In the Heart Failure Clinic at The Cardiac & Vascular Institute, our trained providers are committed to stratifying the care of patients who are at risk for heart failure and for those who have been diagnosed with heart failure. Dr. Ann Tong is not only the Clinic Director, but is also our Director of Echocardiography and Valvular Heart Disease overseeing our outpatient and inpatient Echocardiography Lab and Heart Failure Clinic.

The goal of our Heart Failure Clinic is to optimize patient’s medical therapy, manage patient’s heart failure conditions, and provide education specifically to detect any changes in cardiovascular status. Ultimately our goal is to help our patients who have this condition live a longer and more active life.

What Is Heart Failure?

Heart failure is a condition in which the heart can’t pump enough blood to meet the body’s needs. In some cases, the heart can’t fill with enough blood. In other cases, the heart can’t pump blood to the rest of the body with enough force. Some people have both problems.

The term “heart failure” doesn’t mean that your heart has stopped or is about to stop working. However, heart failure is a serious condition that requires medical care.


Heart failure develops over time as the heart’s pumping action grows weaker. The condition can affect the right side of the heart only, or it can affect both sides of the heart. Most cases involve both sides of the heart.

Right-side heart failure occurs if the heart can’t pump enough blood to the lungs to pick up oxygen. Left-side heart failure occurs if the heart can’t pump enough oxygen-rich blood to the rest of the body.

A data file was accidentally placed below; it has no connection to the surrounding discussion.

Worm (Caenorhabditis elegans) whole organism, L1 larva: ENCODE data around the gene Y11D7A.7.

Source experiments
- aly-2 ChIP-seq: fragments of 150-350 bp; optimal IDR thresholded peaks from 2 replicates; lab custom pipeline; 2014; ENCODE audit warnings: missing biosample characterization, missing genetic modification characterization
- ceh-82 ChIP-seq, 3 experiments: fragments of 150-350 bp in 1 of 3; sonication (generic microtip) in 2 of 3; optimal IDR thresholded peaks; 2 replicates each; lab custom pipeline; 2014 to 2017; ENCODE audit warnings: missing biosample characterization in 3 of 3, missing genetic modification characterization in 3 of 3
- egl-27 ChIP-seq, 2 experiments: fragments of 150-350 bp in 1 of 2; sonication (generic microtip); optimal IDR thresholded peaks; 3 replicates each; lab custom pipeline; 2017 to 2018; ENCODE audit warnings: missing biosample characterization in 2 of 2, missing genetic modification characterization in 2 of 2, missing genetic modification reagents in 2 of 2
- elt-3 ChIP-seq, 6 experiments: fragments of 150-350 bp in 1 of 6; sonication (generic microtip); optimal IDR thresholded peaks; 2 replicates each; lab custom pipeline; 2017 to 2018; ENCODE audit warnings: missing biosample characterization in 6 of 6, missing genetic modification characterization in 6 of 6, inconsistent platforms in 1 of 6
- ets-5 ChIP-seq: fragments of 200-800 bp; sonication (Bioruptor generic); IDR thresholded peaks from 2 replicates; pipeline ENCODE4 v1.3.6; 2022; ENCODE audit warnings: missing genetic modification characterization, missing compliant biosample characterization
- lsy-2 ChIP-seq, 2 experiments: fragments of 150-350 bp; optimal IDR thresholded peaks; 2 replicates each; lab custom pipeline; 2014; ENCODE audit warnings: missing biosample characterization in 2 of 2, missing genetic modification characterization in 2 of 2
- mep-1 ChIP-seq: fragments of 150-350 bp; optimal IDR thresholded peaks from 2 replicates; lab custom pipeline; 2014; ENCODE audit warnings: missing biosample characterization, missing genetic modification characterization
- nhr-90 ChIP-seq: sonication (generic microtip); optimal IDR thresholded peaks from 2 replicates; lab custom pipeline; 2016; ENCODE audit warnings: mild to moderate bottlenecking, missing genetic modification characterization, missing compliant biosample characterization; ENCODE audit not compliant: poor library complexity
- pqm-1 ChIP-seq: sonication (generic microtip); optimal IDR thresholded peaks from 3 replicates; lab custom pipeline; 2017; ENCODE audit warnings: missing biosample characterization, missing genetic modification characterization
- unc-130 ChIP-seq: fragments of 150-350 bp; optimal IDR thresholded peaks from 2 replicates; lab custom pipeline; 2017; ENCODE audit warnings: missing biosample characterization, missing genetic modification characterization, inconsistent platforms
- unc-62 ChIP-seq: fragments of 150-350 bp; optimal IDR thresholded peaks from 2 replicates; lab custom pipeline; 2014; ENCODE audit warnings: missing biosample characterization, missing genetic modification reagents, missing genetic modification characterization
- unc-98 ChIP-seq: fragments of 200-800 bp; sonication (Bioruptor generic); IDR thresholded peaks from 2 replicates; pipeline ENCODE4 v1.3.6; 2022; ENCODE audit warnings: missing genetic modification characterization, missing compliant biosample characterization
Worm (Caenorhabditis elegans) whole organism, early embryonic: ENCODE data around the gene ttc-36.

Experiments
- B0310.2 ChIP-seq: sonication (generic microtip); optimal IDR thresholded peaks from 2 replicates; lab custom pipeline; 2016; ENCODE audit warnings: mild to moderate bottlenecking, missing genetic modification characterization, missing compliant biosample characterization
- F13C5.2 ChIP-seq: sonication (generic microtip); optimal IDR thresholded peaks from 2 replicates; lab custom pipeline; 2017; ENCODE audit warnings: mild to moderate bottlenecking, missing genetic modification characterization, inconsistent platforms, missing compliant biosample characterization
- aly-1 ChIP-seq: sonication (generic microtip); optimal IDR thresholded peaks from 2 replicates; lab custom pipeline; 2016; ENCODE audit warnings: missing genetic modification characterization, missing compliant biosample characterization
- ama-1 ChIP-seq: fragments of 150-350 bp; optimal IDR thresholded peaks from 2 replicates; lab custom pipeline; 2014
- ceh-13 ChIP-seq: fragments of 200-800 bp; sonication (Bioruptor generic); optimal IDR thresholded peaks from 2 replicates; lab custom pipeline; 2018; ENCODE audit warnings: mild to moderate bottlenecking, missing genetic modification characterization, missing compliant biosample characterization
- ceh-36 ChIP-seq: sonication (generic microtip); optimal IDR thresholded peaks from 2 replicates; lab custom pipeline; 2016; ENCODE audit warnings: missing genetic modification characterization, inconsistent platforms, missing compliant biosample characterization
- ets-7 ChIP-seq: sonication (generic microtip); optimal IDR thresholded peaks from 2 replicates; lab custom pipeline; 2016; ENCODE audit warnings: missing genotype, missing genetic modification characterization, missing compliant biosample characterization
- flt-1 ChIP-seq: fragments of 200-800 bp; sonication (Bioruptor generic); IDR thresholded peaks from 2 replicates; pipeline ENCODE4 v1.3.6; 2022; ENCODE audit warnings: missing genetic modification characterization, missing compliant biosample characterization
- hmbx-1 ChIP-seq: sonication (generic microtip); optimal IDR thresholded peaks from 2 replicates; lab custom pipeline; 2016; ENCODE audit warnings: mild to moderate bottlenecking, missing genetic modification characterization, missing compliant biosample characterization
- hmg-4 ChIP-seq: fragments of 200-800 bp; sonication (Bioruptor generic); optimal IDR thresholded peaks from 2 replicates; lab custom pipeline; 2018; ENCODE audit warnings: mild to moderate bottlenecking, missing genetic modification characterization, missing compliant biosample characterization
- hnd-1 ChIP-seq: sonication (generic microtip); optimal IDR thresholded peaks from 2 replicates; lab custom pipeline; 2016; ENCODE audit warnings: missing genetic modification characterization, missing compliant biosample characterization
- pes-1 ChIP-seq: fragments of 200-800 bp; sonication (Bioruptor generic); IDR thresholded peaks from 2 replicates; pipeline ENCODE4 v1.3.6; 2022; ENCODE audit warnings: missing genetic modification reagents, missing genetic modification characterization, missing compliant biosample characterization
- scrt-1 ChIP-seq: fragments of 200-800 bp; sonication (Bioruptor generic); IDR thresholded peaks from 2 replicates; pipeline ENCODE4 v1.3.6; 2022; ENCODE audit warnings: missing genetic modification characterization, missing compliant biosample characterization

Right-side heart failure may cause fluid to build up in the feet, ankles, legs, liver, abdomen, and the veins in the neck. Right-side and left-side heart failure also may cause shortness of breath and fatigue (tiredness).

The leading causes of heart failure are diseases that damage the heart. Examples include coronary heart disease (CHD), high blood pressure, and diabetes.


Heart failure is a very common condition. About 5.1 million people in the United States have heart failure.

Both children and adults can have the condition, although the symptoms and treatments differ. This article focuses on heart failure in adults.

Currently, heart failure has no cure. However, treatments—such as medicines and lifestyle changes—can help people who have the condition live longer and more active lives. Researchers continue to study new ways to treat heart failure and its complications.

Source: National Heart, Lung, and Blood Institute; National Institutes of Health; U.S. Department of Health and Human Services.